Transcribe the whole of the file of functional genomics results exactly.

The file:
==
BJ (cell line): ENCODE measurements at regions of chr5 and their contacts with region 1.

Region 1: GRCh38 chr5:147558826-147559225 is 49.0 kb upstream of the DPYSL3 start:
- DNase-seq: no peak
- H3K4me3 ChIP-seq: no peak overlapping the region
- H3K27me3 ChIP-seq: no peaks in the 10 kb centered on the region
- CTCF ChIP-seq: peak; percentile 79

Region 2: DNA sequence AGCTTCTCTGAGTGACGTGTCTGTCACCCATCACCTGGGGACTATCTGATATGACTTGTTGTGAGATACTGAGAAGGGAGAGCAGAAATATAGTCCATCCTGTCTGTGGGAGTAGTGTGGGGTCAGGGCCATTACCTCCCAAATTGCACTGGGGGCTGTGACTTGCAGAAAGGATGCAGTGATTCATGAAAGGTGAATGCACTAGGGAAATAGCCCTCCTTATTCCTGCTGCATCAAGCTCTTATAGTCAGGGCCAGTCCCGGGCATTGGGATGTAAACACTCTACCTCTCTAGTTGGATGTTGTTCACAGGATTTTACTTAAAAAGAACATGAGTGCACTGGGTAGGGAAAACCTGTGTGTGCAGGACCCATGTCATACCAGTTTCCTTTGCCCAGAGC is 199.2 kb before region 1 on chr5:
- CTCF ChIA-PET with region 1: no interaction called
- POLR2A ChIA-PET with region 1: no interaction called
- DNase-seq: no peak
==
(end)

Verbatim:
BJ (cell line): ENCODE measurements at regions of chr5 and their contacts with region 1.

Region 1: GRCh38 chr5:147558826-147559225 is 49.0 kb upstream of the DPYSL3 start:
- DNase-seq: no peak
- H3K4me3 ChIP-seq: no peak overlapping the region
- H3K27me3 ChIP-seq: no peaks in the 10 kb centered on the region
- CTCF ChIP-seq: peak; percentile 79

Region 2: DNA sequence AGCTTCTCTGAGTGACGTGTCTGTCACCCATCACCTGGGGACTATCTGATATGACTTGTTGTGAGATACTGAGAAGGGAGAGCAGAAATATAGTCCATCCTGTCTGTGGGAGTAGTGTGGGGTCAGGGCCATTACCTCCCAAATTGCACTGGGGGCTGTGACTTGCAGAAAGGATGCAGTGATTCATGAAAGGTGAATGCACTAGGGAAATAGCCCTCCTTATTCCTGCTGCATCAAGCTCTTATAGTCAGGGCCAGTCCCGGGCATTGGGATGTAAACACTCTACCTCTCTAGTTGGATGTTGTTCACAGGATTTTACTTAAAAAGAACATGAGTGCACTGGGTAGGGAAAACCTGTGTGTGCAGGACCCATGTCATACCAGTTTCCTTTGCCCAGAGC is 199.2 kb before region 1 on chr5:
- CTCF ChIA-PET with region 1: no interaction called
- POLR2A ChIA-PET with region 1: no interaction called
- DNase-seq: no peak